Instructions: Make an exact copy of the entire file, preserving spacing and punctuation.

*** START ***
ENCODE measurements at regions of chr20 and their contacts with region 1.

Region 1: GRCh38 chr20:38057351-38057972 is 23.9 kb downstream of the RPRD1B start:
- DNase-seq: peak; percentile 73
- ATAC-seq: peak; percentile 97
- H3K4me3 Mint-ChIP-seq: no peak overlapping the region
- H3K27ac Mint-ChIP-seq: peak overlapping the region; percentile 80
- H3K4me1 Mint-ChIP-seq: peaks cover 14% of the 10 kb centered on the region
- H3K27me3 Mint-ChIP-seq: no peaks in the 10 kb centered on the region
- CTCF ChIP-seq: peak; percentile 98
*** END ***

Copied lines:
ENCODE measurements at regions of chr20 and their contacts with region 1.

Region 1: GRCh38 chr20:38057351-38057972 is 23.9 kb downstream of the RPRD1B start:
- DNase-seq: peak; percentile 73
- ATAC-seq: peak; percentile 97
- H3K4me3 Mint-ChIP-seq: no peak overlapping the region
- H3K27ac Mint-ChIP-seq: peak overlapping the region; percentile 80
- H3K4me1 Mint-ChIP-seq: peaks cover 14% of the 10 kb centered on the region
- H3K27me3 Mint-ChIP-seq: no peaks in the 10 kb centered on the region
- CTCF ChIP-seq: peak; percentile 98